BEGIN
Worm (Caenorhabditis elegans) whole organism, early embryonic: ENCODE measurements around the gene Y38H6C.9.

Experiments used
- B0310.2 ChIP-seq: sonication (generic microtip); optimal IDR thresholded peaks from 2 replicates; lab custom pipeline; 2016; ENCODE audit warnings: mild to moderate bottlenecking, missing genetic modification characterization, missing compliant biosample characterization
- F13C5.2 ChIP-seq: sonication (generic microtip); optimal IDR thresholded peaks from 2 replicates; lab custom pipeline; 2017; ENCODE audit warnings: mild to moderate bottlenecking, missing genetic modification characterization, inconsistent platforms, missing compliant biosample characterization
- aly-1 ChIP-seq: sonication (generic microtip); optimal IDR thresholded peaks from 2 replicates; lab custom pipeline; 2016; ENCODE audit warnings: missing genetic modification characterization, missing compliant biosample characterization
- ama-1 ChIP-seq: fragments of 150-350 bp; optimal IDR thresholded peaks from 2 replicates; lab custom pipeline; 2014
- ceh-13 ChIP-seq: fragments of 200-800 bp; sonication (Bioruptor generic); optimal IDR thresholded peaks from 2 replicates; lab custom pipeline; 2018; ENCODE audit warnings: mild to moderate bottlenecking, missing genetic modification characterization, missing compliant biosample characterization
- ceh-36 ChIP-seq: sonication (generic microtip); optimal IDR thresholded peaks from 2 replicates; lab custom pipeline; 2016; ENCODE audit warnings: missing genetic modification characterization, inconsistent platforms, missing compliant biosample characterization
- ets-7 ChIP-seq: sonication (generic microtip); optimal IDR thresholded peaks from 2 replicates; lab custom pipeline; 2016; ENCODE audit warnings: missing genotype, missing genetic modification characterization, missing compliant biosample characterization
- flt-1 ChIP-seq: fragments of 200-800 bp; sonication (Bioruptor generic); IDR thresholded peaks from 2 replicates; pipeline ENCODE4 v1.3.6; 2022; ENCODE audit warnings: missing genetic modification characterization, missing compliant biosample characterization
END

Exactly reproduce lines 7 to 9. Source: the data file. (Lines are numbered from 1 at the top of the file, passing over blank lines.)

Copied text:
- ceh-13 ChIP-seq: fragments of 200-800 bp; sonication (Bioruptor generic); optimal IDR thresholded peaks from 2 replicates; lab custom pipeline; 2018; ENCODE audit warnings: mild to moderate bottlenecking, missing genetic modification characterization, missing compliant biosample characterization
- ceh-36 ChIP-seq: sonication (generic microtip); optimal IDR thresholded peaks from 2 replicates; lab custom pipeline; 2016; ENCODE audit warnings: missing genetic modification characterization, inconsistent platforms, missing compliant biosample characterization
- ets-7 ChIP-seq: sonication (generic microtip); optimal IDR thresholded peaks from 2 replicates; lab custom pipeline; 2016; ENCODE audit warnings: missing genotype, missing genetic modification characterization, missing compliant biosample characterization